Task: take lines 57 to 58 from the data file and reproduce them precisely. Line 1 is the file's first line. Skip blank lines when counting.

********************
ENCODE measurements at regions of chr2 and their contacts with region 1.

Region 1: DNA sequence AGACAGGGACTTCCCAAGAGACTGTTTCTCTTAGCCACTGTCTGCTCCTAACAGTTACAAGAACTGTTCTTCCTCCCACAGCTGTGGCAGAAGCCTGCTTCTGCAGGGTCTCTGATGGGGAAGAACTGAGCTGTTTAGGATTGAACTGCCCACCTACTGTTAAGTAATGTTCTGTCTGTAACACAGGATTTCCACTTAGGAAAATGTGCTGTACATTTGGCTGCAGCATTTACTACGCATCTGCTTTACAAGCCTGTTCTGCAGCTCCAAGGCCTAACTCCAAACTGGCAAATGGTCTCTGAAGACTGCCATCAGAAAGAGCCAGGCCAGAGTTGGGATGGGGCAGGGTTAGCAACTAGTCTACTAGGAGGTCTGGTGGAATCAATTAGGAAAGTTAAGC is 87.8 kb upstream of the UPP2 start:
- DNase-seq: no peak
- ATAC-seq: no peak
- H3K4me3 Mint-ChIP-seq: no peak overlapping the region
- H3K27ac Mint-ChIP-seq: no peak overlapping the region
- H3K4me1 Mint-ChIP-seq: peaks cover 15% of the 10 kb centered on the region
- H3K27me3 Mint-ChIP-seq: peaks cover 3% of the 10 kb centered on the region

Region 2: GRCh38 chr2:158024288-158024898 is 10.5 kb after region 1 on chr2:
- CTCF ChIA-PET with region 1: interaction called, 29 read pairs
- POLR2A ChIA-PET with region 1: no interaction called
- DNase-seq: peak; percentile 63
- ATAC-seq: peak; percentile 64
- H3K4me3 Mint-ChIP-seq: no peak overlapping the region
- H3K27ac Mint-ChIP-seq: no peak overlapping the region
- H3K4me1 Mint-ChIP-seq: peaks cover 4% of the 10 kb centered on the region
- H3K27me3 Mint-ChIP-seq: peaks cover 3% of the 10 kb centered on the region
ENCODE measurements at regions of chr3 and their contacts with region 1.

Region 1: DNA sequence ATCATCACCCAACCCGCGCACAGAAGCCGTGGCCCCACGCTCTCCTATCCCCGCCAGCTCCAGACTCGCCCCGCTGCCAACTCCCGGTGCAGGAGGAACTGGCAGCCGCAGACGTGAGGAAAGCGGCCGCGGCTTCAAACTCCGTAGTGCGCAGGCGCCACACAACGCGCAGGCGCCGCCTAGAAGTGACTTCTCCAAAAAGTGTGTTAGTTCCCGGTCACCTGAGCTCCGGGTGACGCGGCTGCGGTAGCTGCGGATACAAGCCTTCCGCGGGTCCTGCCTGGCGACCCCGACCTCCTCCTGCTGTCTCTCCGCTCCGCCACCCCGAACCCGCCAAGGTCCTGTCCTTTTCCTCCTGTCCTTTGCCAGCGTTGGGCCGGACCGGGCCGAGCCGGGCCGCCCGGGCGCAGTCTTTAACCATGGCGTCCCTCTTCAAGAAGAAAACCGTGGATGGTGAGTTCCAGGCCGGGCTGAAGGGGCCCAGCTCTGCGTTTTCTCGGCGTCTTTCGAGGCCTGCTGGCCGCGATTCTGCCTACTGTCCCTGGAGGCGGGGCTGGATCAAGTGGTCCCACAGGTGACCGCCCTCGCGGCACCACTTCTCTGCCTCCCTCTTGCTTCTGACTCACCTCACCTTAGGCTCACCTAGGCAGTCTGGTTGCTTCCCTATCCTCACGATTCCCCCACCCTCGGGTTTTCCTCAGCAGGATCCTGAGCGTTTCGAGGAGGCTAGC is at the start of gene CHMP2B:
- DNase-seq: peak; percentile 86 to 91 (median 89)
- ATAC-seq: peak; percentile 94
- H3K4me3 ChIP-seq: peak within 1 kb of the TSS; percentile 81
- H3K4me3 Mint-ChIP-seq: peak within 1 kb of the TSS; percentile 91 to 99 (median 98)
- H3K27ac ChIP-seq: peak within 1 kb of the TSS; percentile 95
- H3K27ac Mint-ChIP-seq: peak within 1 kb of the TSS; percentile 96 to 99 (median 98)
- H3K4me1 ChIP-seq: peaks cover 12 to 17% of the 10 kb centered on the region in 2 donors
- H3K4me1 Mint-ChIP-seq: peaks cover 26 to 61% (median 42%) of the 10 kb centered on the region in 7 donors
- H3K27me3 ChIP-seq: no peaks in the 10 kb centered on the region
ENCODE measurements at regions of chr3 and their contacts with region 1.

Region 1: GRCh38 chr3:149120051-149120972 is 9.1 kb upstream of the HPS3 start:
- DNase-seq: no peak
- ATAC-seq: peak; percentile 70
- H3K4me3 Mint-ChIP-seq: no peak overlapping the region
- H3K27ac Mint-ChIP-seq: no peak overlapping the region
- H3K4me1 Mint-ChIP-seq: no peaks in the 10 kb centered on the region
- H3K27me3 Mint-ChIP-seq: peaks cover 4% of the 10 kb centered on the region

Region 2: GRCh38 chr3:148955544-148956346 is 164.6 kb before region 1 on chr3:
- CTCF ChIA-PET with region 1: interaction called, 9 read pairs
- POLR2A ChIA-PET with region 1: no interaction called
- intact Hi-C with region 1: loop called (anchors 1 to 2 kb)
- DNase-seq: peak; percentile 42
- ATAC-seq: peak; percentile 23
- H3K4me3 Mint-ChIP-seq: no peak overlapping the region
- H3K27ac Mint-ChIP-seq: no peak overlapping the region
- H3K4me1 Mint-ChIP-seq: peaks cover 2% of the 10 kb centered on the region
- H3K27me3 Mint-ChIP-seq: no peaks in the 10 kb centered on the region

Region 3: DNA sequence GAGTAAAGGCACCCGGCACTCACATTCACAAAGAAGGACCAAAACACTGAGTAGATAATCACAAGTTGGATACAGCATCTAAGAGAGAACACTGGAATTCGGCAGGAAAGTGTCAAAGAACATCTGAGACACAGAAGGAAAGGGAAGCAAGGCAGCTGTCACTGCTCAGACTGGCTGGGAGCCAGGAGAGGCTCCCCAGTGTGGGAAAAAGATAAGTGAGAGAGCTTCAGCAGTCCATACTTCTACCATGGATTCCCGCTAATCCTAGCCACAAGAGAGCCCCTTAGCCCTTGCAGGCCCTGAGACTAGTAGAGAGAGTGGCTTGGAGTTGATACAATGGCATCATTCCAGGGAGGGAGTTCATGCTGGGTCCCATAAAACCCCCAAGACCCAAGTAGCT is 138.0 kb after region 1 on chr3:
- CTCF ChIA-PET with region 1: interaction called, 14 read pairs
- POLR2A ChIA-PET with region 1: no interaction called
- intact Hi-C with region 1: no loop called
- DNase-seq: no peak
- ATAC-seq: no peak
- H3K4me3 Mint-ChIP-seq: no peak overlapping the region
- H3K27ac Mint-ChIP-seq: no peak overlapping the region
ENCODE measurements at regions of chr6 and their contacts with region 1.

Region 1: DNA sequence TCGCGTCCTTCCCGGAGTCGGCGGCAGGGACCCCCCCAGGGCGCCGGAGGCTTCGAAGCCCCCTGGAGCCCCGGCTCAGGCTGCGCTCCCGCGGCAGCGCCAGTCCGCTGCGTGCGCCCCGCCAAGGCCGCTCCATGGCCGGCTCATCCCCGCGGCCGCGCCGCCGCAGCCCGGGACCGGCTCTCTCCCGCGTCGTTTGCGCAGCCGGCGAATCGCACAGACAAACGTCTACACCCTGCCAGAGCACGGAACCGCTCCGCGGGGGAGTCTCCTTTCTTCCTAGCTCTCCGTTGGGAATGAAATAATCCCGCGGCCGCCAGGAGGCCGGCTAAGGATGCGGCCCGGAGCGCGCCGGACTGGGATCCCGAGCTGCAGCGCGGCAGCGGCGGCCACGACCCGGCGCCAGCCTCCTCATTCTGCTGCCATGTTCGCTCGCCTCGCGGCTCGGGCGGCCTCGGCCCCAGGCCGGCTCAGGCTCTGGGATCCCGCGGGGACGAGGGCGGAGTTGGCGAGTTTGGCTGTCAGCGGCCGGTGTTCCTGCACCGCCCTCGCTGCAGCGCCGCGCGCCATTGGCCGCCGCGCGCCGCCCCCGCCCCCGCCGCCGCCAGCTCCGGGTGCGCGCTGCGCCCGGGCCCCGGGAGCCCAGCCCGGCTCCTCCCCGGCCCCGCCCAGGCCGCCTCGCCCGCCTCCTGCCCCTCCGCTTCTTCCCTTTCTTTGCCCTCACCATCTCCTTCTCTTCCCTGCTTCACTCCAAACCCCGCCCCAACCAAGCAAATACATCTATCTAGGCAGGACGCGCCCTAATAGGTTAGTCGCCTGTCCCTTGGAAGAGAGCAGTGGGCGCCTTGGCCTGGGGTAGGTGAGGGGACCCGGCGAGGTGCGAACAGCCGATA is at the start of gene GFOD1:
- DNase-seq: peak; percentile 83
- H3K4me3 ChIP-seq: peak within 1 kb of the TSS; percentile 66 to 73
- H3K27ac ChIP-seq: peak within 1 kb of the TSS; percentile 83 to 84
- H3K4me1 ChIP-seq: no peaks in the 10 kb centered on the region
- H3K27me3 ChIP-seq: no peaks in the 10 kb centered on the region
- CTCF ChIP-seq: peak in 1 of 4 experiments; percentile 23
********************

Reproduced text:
- DNase-seq: peak; percentile 83
- H3K4me3 ChIP-seq: peak within 1 kb of the TSS; percentile 66 to 73